• Gesture in response to questions
18 months
  • 50 different words
  • Talk rather than use gesture
  • Imitate words overheard in conversation
  • Asks “What’s that?”
  • Ask for “more”
  • Names at least 7 familiar objects
  • Point to 6 body parts or items of clothing
  • Find familiar objects that they can’t see
  • Point to pictures in a book e.g. “Point to the cat”
2 years
  • 50 – 300+ words
  • 2 words together frequently
  • 3-word phrases occasionally
  • New words regularly
  • Their name to refer to themselves
  • Present tense: jumping
  • Pronouns: my, me
  • Listens to simple stories
  • Answers what, who, and where questions e.g. “What’s the dog doing?”
  • Relationships between 2 words e.g. daddy’s car

When to seek help for language

At Talkshop Speech Pathology we recommend beginning therapy if your child is 6 or more months behind their expected developmental milestones. While the evidence is mixed in terms of which areas of communication are the best indicators for long-term difficulties. The following three key factors have been identified as the most important communication markers: degree of expressive language (use of language) delay, degree of receptive language (understanding of language) delay, and degree of gestural impairment[5].

You should seek support if your:

12 month old:

  • not making eye contact
  • not babbling
  • not using gestures like pointing and waving

18 month old:

  • has 10 words or less
  • uses gestures more than words


  •  has 50 words or less
  • is not joining 2 words together

Many children who are late to talk eventually catch up with their peers. However, research has not revealed the early indicators to identify which children will not catch up without intervention. As the milestone gap widens, likely, the duration of a speech therapy program to close the gap will also increase. Research does support that a program of speech therapy can achieve significant improvements at any stage of a language delay. However, early intervention reduces the developmental impacts of a language delay in many other areas of a child’s development.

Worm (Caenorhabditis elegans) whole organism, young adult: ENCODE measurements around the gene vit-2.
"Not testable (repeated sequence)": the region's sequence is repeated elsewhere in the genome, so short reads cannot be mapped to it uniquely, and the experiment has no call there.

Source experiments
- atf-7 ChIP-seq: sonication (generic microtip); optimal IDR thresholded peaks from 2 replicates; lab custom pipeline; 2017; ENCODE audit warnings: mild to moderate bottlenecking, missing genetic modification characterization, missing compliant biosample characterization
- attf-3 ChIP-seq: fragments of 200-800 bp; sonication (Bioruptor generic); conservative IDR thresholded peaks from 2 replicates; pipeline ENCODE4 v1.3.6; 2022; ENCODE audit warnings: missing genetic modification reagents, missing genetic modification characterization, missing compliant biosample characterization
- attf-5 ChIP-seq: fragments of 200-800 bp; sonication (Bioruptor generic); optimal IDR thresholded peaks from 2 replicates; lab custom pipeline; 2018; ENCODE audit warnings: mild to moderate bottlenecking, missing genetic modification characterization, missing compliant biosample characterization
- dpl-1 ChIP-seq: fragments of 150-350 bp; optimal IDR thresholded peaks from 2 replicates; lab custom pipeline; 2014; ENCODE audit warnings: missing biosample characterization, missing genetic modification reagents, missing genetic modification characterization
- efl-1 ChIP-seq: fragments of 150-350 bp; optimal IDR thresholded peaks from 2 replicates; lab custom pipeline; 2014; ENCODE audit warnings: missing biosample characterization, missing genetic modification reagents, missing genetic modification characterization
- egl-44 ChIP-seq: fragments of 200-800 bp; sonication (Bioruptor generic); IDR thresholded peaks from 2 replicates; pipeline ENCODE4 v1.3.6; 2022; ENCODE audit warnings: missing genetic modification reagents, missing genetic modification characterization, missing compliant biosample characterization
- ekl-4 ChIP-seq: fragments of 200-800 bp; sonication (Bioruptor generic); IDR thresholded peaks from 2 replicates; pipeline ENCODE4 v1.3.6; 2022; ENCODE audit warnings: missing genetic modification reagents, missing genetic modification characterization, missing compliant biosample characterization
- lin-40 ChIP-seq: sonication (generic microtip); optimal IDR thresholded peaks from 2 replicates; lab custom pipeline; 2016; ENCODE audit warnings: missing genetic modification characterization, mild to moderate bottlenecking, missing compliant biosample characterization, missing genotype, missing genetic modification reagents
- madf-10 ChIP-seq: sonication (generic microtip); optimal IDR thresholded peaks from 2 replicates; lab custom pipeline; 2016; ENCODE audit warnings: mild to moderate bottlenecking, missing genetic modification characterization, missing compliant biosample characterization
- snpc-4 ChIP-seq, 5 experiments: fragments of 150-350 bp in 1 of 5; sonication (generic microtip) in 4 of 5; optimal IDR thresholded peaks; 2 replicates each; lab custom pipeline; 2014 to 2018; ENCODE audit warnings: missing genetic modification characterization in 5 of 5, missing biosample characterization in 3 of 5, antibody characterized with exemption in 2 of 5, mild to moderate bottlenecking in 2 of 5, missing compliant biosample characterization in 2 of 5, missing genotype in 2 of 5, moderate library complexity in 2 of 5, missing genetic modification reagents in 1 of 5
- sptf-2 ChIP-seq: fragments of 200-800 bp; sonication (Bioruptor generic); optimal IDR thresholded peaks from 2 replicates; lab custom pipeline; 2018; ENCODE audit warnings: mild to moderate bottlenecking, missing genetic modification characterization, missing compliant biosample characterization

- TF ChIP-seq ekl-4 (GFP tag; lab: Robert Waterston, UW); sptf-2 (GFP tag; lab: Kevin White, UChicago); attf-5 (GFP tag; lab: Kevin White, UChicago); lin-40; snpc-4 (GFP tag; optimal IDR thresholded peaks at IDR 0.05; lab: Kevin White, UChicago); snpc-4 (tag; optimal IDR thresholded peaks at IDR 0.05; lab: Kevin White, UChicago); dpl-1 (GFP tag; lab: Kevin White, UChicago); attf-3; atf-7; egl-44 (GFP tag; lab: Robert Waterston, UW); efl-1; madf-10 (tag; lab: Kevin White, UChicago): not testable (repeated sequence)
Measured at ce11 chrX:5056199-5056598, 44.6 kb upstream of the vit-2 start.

“Rather than hoping for the best, it is recommended to seek the support of a speech pathologist”

How can speech pathology help?


All professional speech therapy programs begin with an assessment. Assessments use standardised measurement tools. Firstly, this allows us to identify your child’s strengths and weaknesses. But more importantly, it establishes a baseline to measure their therapy progress.
For young children, we use play assessment. For this reason, both parents and speech pathologists are active in the assessment. During the assessment, we review spoken language. Including the number and types of words while simultaneously reviewing speech sounds. We also measure non-verbal communication. Specifically reviewing pointing, play skills, eye contact, and joint attention. As well as parallel play skills and initiation of interaction.
Following the assessment, we provide a comprehensive therapy management plan. Which identifies key goals to focus on during the therapy blocks.


Beginning therapy for kids who are late to talk is exciting. Generally, families attend weekly sessions. During speech pathology sessions you can expect a mixture of play and education. In particular, we focus on supporting parents’ confidence in providing therapy at home. Therefore giving you the skills to enrich your day-to-day language environment at home. While at the same time maximising ways to model and stimulate speech and language.
Example therapy goals for a child using single words:
  • Firstly, to increase the number of action words (verbs) to support the use of two words together.